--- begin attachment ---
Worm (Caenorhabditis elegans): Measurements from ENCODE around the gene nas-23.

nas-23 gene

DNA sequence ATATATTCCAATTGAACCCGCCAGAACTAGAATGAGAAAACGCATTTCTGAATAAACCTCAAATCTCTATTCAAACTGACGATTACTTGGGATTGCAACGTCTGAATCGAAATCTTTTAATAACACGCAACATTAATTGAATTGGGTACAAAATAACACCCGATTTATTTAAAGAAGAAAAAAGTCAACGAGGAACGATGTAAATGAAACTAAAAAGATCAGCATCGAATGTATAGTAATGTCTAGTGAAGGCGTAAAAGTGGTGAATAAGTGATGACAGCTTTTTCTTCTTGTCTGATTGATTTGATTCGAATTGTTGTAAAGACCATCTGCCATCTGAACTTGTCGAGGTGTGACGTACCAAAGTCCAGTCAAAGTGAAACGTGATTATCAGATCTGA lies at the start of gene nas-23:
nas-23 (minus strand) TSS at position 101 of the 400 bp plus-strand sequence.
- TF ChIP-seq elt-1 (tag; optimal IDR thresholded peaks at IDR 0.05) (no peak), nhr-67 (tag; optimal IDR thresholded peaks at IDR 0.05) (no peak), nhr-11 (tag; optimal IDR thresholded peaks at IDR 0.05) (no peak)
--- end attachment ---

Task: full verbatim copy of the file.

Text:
Worm (Caenorhabditis elegans): Measurements from ENCODE around the gene nas-23.

nas-23 gene

DNA sequence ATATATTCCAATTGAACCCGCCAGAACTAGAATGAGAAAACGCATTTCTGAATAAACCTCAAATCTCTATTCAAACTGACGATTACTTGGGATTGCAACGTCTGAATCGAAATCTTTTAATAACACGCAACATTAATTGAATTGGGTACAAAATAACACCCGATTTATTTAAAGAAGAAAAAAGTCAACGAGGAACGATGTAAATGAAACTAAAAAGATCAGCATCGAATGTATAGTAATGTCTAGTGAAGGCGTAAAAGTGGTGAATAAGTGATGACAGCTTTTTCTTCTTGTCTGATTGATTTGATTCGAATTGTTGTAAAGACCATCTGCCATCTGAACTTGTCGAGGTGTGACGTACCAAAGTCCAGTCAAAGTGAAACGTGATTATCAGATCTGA lies at the start of gene nas-23:
nas-23 (minus strand) TSS at position 101 of the 400 bp plus-strand sequence.
- TF ChIP-seq elt-1 (tag; optimal IDR thresholded peaks at IDR 0.05) (no peak), nhr-67 (tag; optimal IDR thresholded peaks at IDR 0.05) (no peak), nhr-11 (tag; optimal IDR thresholded peaks at IDR 0.05) (no peak)